I just really love the flavor profile of Asian ingredients, and I love using savory ingredients in pastry, such as soy sauce and mirin. I’ve just always preferred Japanese cuisine. It’s very flavorful without being overpowering, and it consists of super clean flavors — which are flavors I love to cook with.
What are some of your favorite ingredients or flavor combinations?
I’m a big fan of roasted soba, which is usually used in Japanese cuisine to make noodles. I like it on its own, and I love to use it as a texture and flavor in pastry. Also, its nutty quality makes it a good nut alternative, which is great for allergy reasons. I’m also a huge fan of kuromitsu, which is like a Japanese molasses. It has a really beautiful and complex maple flavor to it and even more developed maple flavors than an American maple syrup. Also, I love citrus. If I had to pick a favorite, it would be lime or grapefruit. I tend to use sudachi over yuzu in my desserts because it follows the flavor profile of a lime, whereas yuzu follows that of a lemon.
How have you developed and maintained your knowledge of Asian ingredients and cuisine — from working at restaurants, or from your own research outside of work?
It’s been a bit of both, honestly. I came across a lot of things when I was working under Gabrielle [Riva] at Nobu, but I definitely spent a lot of time reading about and researching all of the ingredients we were using — which then led me to then discover more ingredients. I would look for them, buy them, bring them in, work with them. Gabriele would give me some direction and tell me about the flavors in addition to explaining how you could use a savory application to turn something into a pastry component.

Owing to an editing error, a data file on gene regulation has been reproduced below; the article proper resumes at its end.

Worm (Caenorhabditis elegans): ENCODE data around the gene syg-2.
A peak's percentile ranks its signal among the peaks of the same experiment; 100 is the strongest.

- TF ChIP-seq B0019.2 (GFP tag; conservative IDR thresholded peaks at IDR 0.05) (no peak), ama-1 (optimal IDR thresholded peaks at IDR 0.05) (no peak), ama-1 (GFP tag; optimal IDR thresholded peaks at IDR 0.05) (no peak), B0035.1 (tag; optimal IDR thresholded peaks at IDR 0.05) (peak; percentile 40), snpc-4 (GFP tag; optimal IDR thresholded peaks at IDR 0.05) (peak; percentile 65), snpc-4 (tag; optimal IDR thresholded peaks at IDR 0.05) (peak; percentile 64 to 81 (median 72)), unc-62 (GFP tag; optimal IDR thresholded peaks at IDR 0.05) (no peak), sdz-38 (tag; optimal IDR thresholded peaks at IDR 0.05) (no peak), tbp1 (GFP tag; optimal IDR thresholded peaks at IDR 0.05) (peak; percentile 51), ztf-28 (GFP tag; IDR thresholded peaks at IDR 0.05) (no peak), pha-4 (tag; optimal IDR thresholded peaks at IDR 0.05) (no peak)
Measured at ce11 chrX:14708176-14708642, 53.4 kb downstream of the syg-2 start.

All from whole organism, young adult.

Where do you find inspiration?
I push myself to dine out a lot, especially at different Japanese and Asian restaurants around town — just to see how other chefs are using certain flavors and how they’re inspired by them. I think it’s a good eye-opening experience to see it from somebody else’s perspective. I’m also a big follower of chefs in Japan and in Europe — not necessarily for their flavor profiles, but I love the way they plate, their approach, their technique. Even when looking at what Noma is doing with aging vegetables — it’s very similar to the fermenting that is done in Asian cultures. You can find inspiration anywhere. Reading a book like The Art of Fermentation is great because it gives you an understanding, which then gives you many ideas about how you can apply a similar technique to other things.
What is the tool you depend on most in the kitchen?
I rely heavily on my ice cream machine — it’s the most meaningful piece of equipment to me. I can’t live without it, and it’s my number one request in a kitchen. I would say 90 percent of the time when I’m creating a dessert, ice cream or sorbet is one of my major elements.
What do you hope that diners will remember most about your desserts at Morimoto?
That they’re Japanese. I want guests to leave remembering the desserts for having well-balanced Japanese and Asian flavor profiles to them — not just something that was a good dessert, but something that is true to Japanese cuisine.